• Having tests and ultrasounds. In the first trimester you’ll likely be offered at least one ultrasound scan. Using ultrasound, your doctor can give you a more accurate estimate of your due date, and how many weeks pregnant you are. You may also be offered screening tests for certain genetic conditions. These tests typically include both a blood test and an ultrasound scan. These screening tests are optional, and it's important to note that they don't diagnose any particular conditions; rather, they evaluate the possible risk of various conditions. After a screening test, you may choose to have more thorough diagnostic tests done. Which, if any, screening and diagnostic tests to do is a personal choice. Your doctor can explain your options to you, including any risks and benefits, so you can make an informed choice.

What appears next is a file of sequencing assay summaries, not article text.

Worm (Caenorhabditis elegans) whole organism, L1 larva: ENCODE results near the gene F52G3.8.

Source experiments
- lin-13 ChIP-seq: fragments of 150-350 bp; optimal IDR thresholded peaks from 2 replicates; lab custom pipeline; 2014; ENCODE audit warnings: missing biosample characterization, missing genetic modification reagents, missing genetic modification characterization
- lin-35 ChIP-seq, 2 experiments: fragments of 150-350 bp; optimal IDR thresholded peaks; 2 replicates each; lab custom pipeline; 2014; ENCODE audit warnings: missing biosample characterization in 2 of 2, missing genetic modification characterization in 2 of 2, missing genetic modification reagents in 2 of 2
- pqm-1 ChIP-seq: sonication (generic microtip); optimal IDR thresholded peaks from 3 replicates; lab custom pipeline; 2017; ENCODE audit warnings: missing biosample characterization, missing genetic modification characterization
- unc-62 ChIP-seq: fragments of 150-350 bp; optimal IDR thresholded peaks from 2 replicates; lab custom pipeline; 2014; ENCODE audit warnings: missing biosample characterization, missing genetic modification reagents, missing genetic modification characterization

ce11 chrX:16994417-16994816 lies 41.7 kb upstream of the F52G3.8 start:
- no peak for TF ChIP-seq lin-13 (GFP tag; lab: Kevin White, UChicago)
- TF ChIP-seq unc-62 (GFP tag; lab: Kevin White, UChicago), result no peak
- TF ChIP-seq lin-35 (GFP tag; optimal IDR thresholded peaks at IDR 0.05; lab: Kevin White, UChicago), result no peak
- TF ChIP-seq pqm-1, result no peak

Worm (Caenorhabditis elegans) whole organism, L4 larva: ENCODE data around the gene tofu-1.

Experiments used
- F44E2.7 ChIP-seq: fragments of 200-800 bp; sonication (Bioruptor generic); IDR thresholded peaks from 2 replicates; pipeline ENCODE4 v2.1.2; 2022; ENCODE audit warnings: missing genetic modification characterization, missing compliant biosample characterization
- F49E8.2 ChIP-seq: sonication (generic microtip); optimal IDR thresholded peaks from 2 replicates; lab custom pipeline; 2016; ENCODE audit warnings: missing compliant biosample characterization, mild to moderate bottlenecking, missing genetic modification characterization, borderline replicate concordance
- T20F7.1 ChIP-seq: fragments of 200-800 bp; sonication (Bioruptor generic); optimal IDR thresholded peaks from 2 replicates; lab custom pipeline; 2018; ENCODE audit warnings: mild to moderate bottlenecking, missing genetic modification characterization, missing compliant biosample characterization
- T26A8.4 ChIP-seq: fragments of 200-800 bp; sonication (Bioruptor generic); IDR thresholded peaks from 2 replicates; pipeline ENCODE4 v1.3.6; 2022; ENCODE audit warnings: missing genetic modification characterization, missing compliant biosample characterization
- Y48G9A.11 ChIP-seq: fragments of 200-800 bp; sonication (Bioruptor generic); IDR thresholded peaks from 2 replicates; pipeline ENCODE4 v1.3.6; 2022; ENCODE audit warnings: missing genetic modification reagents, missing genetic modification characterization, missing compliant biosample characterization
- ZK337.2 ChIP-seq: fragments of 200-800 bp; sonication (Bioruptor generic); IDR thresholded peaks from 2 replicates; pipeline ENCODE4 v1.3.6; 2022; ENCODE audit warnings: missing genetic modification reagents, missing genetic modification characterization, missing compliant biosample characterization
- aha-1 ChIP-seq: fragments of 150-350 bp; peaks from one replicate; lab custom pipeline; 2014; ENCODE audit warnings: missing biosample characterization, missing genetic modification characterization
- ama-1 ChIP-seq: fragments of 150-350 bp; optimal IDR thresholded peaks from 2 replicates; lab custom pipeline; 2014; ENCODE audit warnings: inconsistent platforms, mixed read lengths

• Announcing your pregnancy to your partner. If your partner doesn’t already know you’re pregnant, you may be looking for fun ways to reveal the special news. Here are nine ways to tell your partner you’re pregnant. Whether you go with something funny, romantic or downright creative, your partner will love this surprise!

  • Considering when to tell others. When to share the news of your pregnancy with loved ones is a personal choice, but some mums-to-be prefer to wait until the end of the first trimester or the start of the second. If you’re wondering when to tell your colleagues or employer, your doctor can give you personalised advice.

  • Experiencing shifting emotions. Some mums-to-be find the first trimester of pregnancy quite challenging. Pregnancy hormones can trigger more intense mood swings than you may be used to. Remind yourself that it’s OK to feel what you’re feeling, even if it’s not what you thought you would feel. Your moods may swing from being happy and excited to feeling overwhelmed and anxious, and everything in between. Talk to your loved ones, your doctor or midwife about your feelings whether it’s now, later on or even after your baby’s birth.